Last weekend I was listening to a fascinating radio interview, which Cerys Matthews did with engineer and producer Tony Platt – noted for his work with Bob Marley, AC/DC and a diverse range of other major artists. There were some great insights into the making of legendary recordings, including a discussion about Bob Marley and the ‘commercialisation’ of his track Stir It Up. Lots of nuggets of info from what one might expect would now be fading memories, but recalled with consummate assuredness.
I dug out some of the albums that had featured in the programme, and whilst I had this one out, I thought I’d photograph it for Tape Tardis.
What a cracker it is too. It’s the 1993 album Feels Like Rain, from blues legend Buddy Guy, on high quality chromium dioxide audio cassette. Produced by John Porter and engineered by Tony Platt, the recording is steeped in rich blues authenticity.
Buddy Guy is one of the select number of artists primarily known for his mastery of a musical instrument – in this case blues guitar – but whose brilliance as a singer outshines most of those who’ve made their name purely as vocalists. And that’s as evident as ever on this album. The enthusiastic lead guitar does command a great deal of interest, but most listeners will focus on the singing, which is a natural, spectacular centre of attention.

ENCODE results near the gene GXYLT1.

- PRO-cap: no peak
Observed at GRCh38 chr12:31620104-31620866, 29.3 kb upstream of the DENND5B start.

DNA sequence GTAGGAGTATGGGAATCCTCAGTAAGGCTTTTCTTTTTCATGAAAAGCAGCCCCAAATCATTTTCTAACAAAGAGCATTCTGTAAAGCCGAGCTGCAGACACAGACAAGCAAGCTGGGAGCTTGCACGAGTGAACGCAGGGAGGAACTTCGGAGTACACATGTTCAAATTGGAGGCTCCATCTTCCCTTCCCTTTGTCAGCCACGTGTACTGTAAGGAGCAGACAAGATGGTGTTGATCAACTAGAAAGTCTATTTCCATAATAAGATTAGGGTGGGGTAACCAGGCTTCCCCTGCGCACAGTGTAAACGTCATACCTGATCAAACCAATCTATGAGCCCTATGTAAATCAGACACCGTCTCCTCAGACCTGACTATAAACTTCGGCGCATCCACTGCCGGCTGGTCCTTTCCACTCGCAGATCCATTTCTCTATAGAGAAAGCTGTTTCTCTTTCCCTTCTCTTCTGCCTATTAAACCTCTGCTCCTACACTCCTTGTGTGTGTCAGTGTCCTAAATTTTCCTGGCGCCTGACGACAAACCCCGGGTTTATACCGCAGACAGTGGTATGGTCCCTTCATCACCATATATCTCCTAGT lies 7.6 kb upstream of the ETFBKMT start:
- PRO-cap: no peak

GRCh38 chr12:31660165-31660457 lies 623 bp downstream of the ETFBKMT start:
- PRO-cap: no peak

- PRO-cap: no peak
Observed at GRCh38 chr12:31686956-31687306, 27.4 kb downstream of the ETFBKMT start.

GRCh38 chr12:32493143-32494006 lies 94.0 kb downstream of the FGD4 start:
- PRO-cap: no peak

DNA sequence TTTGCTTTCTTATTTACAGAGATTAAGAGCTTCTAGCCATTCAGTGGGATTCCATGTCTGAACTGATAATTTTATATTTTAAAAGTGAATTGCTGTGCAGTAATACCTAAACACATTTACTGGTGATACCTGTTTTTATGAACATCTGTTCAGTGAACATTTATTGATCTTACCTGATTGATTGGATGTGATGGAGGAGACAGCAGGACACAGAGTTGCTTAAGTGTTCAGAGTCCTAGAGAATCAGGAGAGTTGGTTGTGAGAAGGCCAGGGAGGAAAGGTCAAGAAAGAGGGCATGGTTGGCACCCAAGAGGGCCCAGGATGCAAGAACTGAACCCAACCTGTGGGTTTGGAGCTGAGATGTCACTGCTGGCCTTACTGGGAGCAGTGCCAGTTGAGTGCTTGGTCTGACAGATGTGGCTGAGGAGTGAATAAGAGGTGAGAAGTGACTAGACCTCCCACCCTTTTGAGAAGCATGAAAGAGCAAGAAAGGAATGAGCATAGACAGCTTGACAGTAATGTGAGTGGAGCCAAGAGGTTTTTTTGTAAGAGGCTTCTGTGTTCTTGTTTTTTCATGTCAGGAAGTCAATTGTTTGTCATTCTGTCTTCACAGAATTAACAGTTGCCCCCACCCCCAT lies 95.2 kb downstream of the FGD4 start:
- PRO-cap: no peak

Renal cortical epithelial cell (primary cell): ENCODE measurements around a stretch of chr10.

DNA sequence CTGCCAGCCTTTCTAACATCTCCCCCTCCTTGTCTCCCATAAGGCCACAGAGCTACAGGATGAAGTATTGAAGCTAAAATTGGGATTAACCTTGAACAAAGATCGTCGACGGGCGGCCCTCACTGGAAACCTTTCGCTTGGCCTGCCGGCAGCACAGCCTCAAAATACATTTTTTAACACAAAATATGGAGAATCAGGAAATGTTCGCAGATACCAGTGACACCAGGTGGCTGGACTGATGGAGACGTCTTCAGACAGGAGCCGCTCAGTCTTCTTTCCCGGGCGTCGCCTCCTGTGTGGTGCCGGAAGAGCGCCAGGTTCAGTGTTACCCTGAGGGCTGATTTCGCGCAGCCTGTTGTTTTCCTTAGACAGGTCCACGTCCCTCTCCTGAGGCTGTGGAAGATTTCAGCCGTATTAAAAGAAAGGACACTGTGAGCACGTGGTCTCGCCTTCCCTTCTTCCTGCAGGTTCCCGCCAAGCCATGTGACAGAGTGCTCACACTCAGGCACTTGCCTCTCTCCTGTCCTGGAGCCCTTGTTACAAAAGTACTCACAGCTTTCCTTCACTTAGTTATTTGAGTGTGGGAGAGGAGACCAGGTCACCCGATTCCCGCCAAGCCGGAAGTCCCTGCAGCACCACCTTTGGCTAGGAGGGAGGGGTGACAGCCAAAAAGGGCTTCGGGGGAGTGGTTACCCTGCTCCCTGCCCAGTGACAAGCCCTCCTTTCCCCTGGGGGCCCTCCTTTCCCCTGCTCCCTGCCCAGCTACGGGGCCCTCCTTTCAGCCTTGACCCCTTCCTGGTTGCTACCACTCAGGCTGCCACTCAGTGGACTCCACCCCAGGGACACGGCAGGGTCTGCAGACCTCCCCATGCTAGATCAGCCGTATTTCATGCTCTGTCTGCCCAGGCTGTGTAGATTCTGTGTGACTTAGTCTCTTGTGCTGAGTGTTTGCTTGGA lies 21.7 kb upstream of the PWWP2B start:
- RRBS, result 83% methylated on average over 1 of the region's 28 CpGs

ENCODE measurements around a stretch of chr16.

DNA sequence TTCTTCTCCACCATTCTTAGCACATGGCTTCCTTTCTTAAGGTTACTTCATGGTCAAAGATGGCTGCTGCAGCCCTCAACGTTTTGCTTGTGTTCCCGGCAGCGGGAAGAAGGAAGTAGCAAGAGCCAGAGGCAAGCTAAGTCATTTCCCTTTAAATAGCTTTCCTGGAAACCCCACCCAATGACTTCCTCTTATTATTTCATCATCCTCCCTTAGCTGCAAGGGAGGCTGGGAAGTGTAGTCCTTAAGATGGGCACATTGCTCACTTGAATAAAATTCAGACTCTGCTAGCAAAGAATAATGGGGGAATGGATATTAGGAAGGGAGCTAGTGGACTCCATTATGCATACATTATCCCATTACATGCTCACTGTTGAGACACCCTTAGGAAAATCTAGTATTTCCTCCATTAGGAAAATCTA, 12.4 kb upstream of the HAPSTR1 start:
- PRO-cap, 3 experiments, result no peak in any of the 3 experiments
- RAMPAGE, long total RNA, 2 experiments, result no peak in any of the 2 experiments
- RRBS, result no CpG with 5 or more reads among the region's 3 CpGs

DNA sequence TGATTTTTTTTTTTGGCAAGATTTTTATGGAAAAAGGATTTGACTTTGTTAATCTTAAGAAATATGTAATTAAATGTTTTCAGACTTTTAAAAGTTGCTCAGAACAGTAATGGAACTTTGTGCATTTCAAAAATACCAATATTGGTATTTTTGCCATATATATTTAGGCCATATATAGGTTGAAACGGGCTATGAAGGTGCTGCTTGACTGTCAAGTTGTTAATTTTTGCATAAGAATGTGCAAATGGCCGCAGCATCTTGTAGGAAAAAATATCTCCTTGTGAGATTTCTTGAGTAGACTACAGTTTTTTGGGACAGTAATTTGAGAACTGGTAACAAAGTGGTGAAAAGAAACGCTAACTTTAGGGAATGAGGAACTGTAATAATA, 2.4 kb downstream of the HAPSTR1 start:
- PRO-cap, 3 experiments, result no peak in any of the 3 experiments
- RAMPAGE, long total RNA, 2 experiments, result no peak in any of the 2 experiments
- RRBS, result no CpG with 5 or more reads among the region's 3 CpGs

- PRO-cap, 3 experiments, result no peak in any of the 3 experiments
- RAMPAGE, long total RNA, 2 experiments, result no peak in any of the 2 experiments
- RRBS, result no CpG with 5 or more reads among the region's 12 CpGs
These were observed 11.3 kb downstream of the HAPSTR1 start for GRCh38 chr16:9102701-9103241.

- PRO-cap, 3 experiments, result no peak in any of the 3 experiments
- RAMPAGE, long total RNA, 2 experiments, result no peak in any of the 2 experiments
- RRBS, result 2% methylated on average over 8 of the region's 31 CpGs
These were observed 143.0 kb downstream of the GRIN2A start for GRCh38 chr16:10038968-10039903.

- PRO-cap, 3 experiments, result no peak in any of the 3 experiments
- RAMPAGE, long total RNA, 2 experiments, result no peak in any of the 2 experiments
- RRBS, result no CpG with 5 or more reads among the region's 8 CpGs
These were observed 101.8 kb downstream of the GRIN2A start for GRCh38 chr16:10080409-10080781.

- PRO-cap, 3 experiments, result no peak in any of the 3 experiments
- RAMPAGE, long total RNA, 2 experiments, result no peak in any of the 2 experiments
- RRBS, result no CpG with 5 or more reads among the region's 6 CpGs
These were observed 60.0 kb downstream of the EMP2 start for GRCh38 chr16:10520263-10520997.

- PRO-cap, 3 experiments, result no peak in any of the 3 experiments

Special guests appearing on the recording include Bonnie Raitt, Paul Rodgers and Travis Tritt, as well as Little Feat originals Bill Payne and Richie Hayward. This mob-handed, star-turn augmentation was pretty much the done thing with albums servicing the blues revival of the early ’90s – helping to boost sales with a wide appeal, to fans of all the personalities involved.
But it also typically worked very well musically, and it certainly does here. The recording is packed tightly with quality content, and there’s never a dull moment. It’s much more like a hits compilation album than a regular studio album in its consistency. Anyone with a penchant for blues would, I’d guess, find themselves flipping this a few times in the deck before they put it away. It’s a masterpiece, from a master, surrounded by a wealth of star talent.
The cassette is on the Silvertone label, and there’s no song and dance made about the chrome tape formulation, or the noise reduction. There’s a single Dolby badge on the inlay, and the cassette features the Dolby badge plus a Chrome symbol – that’s it. It’s also true that as with most of these CrO2 pre-records, the Dolby Noise Reduction is barely needed. The tape is very quiet where it needs to be, unlike the album I played straight after it, which is a normal ferric pre-record and proved much, much more hissy.
For the photo, I’ve placed the cassette and its inlay on top of the vinyl cut of the 1991 Buddy Guy album Damn Right I’ve Got The Blues.